What can go wrong at a criminal trial? A lot, especially if the jury instructions are incorrect and allow the jury to find the defendant guilty simply because he decided to take the witness stand in his defense. That is what happened here.
The case is United States v. Solano, issued on July 22. Defendant was a truck driver who picked up some cargo on the docks in Brooklyn and delivered it elsewhere in New York City. A surveillance team discovered drugs in the cargo before defendant retrieved it, and they arrested him after he made the delivery. The dispute at trial concerned what happened during the interrogation at the police station. The police claim defendant confessed to knowingly delivering drugs, but defendant denied making any such confession. The police seem to have misplaced or mishandled the paperwork that would have memorialized the confession, and there was also a screw-up with the forms that would have confirmed the police read defendant his Miranda warnings ("you have the right to remain silent"). That makes all of this a close case. The jury convicted defendant of attempted possession of cocaine with intent to distribute, and he was sentenced to 42 months in jail.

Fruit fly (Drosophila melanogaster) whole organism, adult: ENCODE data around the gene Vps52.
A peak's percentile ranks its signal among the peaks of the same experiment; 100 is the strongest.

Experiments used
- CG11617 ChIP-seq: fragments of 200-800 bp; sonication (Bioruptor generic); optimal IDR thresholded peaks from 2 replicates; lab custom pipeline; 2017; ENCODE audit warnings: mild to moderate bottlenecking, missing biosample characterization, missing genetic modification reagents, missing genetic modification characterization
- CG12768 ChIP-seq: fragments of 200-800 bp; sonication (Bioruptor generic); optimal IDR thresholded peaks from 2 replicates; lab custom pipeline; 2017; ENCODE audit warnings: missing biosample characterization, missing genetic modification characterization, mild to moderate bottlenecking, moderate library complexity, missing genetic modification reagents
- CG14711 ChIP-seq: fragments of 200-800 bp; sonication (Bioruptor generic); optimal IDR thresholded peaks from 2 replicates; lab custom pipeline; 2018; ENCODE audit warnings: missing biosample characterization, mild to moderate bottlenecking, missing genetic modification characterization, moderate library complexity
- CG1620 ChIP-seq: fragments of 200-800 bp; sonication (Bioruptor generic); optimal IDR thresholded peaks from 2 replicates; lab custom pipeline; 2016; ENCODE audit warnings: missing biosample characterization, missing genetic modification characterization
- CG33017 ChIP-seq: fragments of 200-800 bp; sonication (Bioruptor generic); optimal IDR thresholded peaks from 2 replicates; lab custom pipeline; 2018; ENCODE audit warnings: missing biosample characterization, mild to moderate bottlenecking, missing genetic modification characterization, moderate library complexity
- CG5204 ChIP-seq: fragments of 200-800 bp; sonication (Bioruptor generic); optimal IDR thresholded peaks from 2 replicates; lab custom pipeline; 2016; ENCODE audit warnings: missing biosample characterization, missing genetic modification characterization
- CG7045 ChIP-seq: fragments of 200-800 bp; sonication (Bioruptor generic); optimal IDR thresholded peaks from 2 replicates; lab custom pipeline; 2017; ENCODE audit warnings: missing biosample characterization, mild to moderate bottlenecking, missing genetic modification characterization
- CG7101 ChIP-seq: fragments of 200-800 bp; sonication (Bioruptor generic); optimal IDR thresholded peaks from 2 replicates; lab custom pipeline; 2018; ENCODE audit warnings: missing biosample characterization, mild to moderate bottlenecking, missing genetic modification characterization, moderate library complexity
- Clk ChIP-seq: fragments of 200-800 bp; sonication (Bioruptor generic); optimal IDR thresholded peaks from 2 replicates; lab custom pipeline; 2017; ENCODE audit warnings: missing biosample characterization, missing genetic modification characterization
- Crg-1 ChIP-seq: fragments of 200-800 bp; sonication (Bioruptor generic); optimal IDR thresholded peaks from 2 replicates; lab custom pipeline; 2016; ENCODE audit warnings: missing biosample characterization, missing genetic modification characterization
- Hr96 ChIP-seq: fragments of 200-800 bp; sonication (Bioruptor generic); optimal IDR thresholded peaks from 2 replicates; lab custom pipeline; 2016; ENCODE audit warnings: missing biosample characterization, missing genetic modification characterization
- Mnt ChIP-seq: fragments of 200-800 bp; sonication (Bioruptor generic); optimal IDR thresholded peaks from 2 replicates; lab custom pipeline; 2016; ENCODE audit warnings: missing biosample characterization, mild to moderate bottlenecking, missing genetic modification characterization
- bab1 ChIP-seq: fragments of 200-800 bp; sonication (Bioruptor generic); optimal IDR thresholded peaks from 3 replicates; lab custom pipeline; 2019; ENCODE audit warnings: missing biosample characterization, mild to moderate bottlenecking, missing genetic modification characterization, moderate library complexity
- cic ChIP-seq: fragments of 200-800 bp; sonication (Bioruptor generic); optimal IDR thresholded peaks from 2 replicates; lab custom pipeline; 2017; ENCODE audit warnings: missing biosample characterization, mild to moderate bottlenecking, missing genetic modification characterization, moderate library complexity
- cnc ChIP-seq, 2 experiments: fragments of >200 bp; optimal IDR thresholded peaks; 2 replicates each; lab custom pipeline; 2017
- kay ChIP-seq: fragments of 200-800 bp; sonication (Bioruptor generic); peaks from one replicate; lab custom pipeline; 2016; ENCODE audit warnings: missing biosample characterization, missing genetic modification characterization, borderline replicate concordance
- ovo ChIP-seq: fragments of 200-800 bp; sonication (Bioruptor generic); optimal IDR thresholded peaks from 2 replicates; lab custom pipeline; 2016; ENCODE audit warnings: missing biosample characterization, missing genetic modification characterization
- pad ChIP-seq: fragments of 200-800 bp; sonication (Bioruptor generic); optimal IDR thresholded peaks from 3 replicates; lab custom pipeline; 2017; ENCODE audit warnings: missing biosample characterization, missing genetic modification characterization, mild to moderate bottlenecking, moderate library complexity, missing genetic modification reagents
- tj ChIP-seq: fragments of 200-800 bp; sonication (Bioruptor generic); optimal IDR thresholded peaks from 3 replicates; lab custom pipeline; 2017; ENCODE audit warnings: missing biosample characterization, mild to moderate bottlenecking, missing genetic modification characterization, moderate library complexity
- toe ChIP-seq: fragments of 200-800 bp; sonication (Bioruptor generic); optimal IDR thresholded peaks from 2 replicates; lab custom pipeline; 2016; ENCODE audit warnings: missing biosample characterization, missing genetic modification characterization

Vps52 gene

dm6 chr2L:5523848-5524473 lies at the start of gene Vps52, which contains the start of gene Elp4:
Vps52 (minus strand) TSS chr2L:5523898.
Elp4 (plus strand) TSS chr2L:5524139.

The conviction is reversed. The problem was the jury charge, which said a witness who testifies at trial has an interest in the outcome of the case and that interest "creates a motive on the part of the witness to testify falsely." While a criminal defendant obviously has an interest in the outcome of his case, it does not necessarily mean he will lie under oath, especially if he is not guilty. As the Court of Appeals (Kearse, Calabresi and Carney) writes, "an instruction indicating to the jury that that interest gives him a motive to testify falsely is contrary to the presumption of innocence."
Defendant did not object to this charge at trial. It seems the trial court did not show the parties the jury charges before they were read to the jury. That is an unusual maneuver. Usually the parties have some time to review the charges to make intelligent objections. After the above charge was read to the jury, defendant's lawyer still failed to object. That is not necessarily a waiver, if the charge is "plain error," that is, if the charge is so manifestly incorrect that defendant was denied a fair trial no matter you slice it. That is the case here. Since this was a credibility case, the court cannot say with confidence that the bad jury charge did not make a difference. New trial for defendant.